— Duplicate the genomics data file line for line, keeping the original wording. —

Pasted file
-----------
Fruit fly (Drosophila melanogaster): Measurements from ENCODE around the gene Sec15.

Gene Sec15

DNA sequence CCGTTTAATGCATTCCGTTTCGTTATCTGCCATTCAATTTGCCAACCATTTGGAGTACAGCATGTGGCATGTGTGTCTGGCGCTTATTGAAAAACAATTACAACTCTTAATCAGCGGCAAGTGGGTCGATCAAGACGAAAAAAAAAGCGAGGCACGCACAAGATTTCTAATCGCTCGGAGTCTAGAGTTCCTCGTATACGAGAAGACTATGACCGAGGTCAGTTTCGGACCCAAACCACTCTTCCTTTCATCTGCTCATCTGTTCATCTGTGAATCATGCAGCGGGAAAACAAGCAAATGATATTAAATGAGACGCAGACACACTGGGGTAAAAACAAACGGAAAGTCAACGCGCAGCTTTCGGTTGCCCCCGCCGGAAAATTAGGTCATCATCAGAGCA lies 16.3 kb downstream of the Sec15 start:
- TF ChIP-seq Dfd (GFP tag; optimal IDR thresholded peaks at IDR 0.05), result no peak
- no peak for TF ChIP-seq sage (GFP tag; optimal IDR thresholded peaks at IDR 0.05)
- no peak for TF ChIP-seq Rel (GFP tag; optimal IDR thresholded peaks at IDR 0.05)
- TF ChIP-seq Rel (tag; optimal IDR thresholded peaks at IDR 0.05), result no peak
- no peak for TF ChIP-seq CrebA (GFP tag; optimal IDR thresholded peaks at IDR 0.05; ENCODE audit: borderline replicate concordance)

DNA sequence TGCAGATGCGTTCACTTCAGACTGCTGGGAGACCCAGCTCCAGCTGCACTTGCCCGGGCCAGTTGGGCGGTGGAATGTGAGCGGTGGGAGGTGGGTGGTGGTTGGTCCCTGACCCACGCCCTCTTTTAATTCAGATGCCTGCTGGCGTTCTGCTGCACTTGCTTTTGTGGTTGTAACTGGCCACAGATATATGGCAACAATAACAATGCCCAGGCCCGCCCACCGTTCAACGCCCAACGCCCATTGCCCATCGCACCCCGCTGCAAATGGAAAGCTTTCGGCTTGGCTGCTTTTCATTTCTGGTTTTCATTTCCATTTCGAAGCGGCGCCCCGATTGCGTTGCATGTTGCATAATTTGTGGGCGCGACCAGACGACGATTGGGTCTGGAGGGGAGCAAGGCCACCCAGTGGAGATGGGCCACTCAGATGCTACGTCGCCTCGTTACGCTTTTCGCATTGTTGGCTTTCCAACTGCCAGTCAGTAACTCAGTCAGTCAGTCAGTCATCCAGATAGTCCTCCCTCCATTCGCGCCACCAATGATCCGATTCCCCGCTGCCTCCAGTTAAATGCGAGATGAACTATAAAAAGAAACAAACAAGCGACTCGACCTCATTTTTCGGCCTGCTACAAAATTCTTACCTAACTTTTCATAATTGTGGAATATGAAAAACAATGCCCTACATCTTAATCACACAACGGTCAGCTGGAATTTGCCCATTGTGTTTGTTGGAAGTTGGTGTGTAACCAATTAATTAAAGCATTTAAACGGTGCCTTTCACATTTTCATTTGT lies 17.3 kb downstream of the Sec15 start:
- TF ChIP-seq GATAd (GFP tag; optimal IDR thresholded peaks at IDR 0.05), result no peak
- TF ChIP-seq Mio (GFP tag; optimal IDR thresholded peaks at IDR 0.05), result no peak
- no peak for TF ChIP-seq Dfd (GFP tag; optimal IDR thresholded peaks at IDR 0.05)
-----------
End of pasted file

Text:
Fruit fly (Drosophila melanogaster): Measurements from ENCODE around the gene Sec15.

Gene Sec15

DNA sequence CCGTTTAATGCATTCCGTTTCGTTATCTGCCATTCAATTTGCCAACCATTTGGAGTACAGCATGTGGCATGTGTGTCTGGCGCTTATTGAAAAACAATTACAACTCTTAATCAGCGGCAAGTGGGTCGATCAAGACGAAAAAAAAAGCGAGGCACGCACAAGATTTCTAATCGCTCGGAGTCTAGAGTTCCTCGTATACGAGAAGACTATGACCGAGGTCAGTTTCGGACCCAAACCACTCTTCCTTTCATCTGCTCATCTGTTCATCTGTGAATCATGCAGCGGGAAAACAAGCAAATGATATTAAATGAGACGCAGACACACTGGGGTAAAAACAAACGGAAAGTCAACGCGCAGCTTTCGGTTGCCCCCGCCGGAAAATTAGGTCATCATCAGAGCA lies 16.3 kb downstream of the Sec15 start:
- TF ChIP-seq Dfd (GFP tag; optimal IDR thresholded peaks at IDR 0.05), result no peak
- no peak for TF ChIP-seq sage (GFP tag; optimal IDR thresholded peaks at IDR 0.05)
- no peak for TF ChIP-seq Rel (GFP tag; optimal IDR thresholded peaks at IDR 0.05)
- TF ChIP-seq Rel (tag; optimal IDR thresholded peaks at IDR 0.05), result no peak
- no peak for TF ChIP-seq CrebA (GFP tag; optimal IDR thresholded peaks at IDR 0.05; ENCODE audit: borderline replicate concordance)

DNA sequence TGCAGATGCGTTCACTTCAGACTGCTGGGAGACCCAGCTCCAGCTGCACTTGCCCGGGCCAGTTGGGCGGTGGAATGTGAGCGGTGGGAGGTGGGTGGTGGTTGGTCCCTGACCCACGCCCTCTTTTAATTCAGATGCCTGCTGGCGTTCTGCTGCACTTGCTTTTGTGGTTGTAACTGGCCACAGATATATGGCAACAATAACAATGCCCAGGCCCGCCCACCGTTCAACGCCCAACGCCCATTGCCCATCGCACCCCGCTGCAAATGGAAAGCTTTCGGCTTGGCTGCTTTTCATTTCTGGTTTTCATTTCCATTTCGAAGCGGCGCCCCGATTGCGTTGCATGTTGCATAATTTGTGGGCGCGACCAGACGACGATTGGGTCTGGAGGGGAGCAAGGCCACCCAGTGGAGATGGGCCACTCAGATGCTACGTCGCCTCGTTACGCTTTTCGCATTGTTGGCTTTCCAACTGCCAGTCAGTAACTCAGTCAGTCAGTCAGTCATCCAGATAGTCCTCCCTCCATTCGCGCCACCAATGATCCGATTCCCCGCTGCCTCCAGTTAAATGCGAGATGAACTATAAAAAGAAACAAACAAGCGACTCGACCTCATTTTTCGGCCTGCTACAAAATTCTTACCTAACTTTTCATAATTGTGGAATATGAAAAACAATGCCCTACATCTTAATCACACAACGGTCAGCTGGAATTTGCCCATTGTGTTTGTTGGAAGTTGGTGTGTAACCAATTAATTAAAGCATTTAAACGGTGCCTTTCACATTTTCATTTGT lies 17.3 kb downstream of the Sec15 start:
- TF ChIP-seq GATAd (GFP tag; optimal IDR thresholded peaks at IDR 0.05), result no peak
- TF ChIP-seq Mio (GFP tag; optimal IDR thresholded peaks at IDR 0.05), result no peak
- no peak for TF ChIP-seq Dfd (GFP tag; optimal IDR thresholded peaks at IDR 0.05)